Background: In a CH4 molecule, there are 4 C-H bonds that repel each other. Essentially the mathematical problem is how to distribute 4 points on a unit sphere where the points have maximal mutual distance - or, how to distribute 4 position vectors such that the endpoint distances between them are maximized.

This question Angle between lines joining tetrahedron center to vertices shows that the angles between the points/vectors forming the vertices of a regular tetrahedron is $\arccos(-\frac13)$.

I have been told by chemistry teachers that that is the shape which maximizes mutual distance between the points. However, that link was not relevant to me because I am trying to figure out a proof that the tetrahedral model maximizes distance and is the only model which maximizes it.

Therefore, the very similar question Calculations of angles between bonds in CH₄ (Methane) molecule was also irrelevant, because the answer started off with "Note that a regular tetrahedron can be inscribed in alternating vertices of a cube.", and thus assuming that the tetrahedral shape was optimal without any mathematical basis.

So my question is, is $\arccos(-\frac13)$ the optimal angle, and if so, how can I approach this question to prove it? I have limited knowledge in vector calculus but I am willing to learn if this is some multivariable optimization problem.


  • $\begingroup$ To maximize distances you put the atoms as far apart as possible. It doesn't seem to me that this is what you want. Instead you need a model of the attraction which causes the carbon and the hydrogens to stick together to form a molecule. Such a model, as I understand it, is a Schrödinger equation in $3\cdot (6+4)=30$ dimensions, assuming only electrostatic attraction is involved, Born-Oppenheimer and so forth. It seems challenging to prove that the ground state for such a Schrödinger equation must be symmetric and involve tetrahedral angles, but maybe I'm wrong about this. $\endgroup$
    – ForgotALot
    Mar 23, 2016 at 16:01
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    $\begingroup$ As is pointed out at the related question on this site math.stackexchange.com/questions/1663014/… , this is known as the Tammes problem - see e. g. en.wikipedia.org/wiki/Tammes_problem . This is not an answer but it might give you some idea where to look. $\endgroup$ Mar 23, 2016 at 16:11
  • $\begingroup$ What do you want to maximize, exactly? The sum of the distances between every pair of points? The sum of the square of those distances? Other? $\endgroup$ Mar 23, 2016 at 16:30
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    $\begingroup$ I apologize for a foolish error. The Schrödinger equation I was referring to is actually for assumed positions of the nuclei. In books (as I recall) the true positions of the nuclei are then obtained by a minimization process which requires solving the equation at each set of positions considered. As far as I know this is done numerically and is tough. But maybe some theorem exists whereby maximizing an objective function such as the sum of the distances between the hydrogens divided by their mutual distance from the carbon (assumed the same for all) is enough to give the H's positions. $\endgroup$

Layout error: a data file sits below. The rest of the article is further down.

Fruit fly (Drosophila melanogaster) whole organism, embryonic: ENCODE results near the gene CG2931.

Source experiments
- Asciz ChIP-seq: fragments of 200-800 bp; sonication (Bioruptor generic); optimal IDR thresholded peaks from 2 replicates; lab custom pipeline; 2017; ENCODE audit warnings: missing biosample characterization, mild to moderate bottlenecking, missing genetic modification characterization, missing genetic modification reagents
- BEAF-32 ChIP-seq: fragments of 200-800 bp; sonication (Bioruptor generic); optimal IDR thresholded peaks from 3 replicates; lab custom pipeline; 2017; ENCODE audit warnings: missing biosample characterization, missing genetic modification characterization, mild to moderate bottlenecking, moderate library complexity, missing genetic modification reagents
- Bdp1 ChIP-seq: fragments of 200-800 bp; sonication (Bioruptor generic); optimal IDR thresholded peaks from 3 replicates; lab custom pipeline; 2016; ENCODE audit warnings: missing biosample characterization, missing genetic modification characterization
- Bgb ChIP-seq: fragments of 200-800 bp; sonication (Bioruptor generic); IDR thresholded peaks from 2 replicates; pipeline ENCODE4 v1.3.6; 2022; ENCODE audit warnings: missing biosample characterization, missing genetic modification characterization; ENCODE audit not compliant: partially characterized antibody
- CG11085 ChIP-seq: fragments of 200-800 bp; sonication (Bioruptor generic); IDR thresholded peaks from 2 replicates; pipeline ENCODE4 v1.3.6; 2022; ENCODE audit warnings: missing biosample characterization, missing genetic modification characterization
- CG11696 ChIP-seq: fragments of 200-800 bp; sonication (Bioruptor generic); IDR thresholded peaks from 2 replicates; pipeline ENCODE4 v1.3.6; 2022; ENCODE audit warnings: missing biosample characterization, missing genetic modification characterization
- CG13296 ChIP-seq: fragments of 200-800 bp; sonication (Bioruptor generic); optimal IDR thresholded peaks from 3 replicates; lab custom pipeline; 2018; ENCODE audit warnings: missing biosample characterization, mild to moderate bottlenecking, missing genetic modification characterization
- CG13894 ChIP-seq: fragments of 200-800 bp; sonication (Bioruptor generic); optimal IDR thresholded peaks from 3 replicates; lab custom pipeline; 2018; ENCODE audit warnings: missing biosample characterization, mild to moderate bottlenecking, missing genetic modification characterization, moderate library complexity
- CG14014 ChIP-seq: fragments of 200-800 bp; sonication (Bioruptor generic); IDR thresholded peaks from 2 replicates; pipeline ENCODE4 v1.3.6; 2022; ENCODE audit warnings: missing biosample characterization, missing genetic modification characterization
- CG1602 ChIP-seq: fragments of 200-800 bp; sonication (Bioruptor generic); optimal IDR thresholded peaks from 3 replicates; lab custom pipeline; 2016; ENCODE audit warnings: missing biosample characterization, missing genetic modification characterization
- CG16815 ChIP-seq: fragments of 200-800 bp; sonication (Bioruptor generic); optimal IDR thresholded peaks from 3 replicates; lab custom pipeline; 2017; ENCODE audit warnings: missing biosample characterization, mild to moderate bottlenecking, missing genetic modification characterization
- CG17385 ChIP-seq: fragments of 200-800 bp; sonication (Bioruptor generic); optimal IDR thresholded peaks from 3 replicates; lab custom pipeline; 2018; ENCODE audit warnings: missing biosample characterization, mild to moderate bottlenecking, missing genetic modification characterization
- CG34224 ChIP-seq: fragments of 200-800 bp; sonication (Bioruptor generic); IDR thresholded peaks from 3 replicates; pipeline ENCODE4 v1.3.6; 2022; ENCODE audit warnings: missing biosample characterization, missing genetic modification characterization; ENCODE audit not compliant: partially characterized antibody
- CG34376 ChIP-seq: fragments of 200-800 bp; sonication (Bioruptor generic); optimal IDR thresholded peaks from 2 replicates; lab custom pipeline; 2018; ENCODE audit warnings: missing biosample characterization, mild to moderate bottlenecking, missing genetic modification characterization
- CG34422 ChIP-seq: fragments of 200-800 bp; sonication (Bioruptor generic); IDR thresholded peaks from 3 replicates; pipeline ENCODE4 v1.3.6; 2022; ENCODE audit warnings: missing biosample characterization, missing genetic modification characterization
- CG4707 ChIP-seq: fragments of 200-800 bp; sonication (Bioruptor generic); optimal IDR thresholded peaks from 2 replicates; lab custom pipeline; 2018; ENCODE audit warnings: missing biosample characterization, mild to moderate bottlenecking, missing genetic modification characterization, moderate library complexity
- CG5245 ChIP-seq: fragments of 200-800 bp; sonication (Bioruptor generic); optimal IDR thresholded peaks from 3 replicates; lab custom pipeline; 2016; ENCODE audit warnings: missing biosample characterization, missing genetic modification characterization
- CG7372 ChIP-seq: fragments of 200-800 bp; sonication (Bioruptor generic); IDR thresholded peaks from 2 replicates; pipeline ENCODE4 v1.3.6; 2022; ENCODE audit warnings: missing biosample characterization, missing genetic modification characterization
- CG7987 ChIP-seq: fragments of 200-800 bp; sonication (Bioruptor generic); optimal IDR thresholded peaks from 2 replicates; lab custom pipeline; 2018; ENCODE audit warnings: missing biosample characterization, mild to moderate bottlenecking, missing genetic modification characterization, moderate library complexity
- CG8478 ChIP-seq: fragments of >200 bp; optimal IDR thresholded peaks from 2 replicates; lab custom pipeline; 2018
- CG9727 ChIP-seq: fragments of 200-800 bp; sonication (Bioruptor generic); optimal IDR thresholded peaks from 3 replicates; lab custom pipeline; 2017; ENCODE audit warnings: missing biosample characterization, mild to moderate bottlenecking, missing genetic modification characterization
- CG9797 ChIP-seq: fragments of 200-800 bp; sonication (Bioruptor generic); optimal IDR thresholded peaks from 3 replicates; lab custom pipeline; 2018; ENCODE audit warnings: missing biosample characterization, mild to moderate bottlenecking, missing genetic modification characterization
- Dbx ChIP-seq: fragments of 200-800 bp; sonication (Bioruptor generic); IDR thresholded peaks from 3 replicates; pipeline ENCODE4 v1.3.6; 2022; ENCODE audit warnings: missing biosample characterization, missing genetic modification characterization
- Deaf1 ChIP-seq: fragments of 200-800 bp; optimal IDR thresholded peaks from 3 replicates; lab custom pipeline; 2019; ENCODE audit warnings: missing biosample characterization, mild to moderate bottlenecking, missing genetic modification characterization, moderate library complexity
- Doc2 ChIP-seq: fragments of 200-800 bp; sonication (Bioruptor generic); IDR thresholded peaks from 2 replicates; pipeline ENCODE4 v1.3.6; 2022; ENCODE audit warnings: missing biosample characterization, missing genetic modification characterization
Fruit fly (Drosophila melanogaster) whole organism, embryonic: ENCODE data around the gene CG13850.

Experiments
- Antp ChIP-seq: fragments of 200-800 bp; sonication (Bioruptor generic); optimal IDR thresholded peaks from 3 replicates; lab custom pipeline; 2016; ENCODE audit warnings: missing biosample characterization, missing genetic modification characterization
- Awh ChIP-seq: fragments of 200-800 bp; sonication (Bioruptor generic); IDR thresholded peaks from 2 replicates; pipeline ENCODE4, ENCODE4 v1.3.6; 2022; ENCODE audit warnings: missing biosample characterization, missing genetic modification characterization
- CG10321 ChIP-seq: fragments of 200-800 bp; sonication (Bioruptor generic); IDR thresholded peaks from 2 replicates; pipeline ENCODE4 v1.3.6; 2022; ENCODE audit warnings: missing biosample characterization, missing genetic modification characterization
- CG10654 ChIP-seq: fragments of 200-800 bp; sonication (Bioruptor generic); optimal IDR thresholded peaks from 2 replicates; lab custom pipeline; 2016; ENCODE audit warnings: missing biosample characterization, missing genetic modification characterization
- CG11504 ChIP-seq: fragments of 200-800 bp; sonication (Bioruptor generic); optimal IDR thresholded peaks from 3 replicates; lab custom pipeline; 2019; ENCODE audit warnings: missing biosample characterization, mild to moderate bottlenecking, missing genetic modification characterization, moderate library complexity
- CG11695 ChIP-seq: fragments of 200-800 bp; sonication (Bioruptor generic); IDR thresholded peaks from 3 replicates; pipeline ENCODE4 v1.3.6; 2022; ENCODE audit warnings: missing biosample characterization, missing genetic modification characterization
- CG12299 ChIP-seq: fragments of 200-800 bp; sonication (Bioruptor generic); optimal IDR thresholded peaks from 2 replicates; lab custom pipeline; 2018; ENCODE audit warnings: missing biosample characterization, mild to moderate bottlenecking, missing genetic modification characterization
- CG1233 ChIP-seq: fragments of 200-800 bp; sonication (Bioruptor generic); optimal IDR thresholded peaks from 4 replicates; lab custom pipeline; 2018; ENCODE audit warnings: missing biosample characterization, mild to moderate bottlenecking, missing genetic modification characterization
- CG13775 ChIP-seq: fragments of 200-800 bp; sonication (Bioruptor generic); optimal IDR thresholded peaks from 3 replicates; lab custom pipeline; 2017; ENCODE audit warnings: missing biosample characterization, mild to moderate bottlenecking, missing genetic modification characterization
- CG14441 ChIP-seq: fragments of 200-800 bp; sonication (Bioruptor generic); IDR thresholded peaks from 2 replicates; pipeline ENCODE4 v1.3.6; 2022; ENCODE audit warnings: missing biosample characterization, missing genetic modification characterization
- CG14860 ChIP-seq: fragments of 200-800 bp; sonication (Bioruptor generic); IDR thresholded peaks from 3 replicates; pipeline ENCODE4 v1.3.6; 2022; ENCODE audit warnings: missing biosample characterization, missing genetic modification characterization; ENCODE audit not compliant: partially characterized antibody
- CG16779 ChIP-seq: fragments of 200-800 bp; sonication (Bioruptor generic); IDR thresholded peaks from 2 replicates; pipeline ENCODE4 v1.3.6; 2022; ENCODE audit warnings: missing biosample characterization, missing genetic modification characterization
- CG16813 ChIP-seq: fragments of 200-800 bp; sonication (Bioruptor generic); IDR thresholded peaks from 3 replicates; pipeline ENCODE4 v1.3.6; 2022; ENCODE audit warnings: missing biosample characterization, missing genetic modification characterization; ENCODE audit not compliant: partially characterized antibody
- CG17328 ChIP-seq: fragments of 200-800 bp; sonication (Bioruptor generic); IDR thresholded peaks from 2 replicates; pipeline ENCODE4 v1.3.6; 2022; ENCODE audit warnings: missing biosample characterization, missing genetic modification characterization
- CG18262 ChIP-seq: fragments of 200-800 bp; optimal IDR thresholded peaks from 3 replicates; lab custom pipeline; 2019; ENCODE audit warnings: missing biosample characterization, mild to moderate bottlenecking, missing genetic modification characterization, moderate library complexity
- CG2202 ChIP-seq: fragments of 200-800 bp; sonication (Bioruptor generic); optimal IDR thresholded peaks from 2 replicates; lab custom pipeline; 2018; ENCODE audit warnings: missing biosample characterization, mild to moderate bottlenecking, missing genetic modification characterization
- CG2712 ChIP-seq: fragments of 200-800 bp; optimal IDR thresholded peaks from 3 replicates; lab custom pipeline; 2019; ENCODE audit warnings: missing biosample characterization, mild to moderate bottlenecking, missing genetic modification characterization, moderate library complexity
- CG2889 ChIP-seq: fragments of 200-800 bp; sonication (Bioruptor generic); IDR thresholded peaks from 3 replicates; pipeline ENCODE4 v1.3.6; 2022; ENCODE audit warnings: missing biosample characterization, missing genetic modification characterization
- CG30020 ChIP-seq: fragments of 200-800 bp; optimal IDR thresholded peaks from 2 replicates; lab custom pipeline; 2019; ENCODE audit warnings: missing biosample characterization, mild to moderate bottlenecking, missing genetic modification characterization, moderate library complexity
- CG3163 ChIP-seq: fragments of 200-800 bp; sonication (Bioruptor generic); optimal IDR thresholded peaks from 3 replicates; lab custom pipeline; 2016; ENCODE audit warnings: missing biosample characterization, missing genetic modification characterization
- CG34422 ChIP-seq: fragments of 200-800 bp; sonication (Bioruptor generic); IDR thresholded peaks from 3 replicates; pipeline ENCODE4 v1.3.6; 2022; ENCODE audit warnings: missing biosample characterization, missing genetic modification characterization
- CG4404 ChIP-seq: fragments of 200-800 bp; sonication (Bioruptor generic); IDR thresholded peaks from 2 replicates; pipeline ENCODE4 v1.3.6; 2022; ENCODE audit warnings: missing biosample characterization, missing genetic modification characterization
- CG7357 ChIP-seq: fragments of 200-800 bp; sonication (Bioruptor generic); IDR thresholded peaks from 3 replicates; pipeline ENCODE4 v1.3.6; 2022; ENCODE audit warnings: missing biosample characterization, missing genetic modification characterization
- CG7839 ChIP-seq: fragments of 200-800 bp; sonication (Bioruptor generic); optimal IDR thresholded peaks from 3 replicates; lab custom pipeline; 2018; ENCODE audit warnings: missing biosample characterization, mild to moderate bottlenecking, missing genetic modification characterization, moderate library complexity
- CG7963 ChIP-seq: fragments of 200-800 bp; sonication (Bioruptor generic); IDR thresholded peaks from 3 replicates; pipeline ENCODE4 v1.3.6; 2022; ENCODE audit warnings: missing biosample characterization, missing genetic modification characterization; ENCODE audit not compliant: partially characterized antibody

– ForgotALot
    Mar 23, 2016 at 17:02
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    $\begingroup$ Henry Cohn and Abhinav Kumar, Universally Optimal Distributions of Points on Spheres, J.A.M.S. 20 (2007) 99-147 -- Theorem 1.2 gives a proof for 4 points. $\endgroup$
    – Ed Pegg
    Mar 23, 2016 at 17:56

1 Answer 1


It might be helpful to look at a 2D model. You'll need a nickel and two pennies.

Put the coins flat on a table however you like. Then let your friend move the coins according to some rules.

  1. If the pennies are less than 2 diameters apart or more than 4 diameters apart, they can move the pennies to a more reasonable distance apart.
  2. If the nickel can be moved to a spot either closer or more equidistant to the pennies, they can move the nickel.

Every time your friend can move the coins, you need to pay them $100.

What would the rules be for 3 pennies and a nickel?

Alternately, make a computer model. You'll quickly get to models like the Thomson problem. But notice that the 2010 proof for $5$ points was incredibly difficult, and $7$ points is considered unproven.

The 4 point case involves a very strong attractor, the tetrahedron. Add a few more atoms and it's a vastly harder problem. A molecule doesn't care if there is an optimal solution -- if the atoms find a local minimum, they will likely stay in that weird configuration.

Methane doesn't have any other local minima to worry about.

Water has two hydrogens and two free electrons, making the model more interesting.

  • 1
    $\begingroup$ "A molecule doesn't care if there is an optimal solution -- if the atoms find a local minimum, they will likely stay in that weird configuration." - for the chemistry buffs, here is a concrete example: although the cyclohexane molecule and its derivatives will often prefer to be in its "chair" conformation, every so often, one will see substituted cyclohexanes in the "twist-boat" conformation, which corresponds to a local optimum of its potential energy surface. $\endgroup$ Mar 28, 2017 at 12:27

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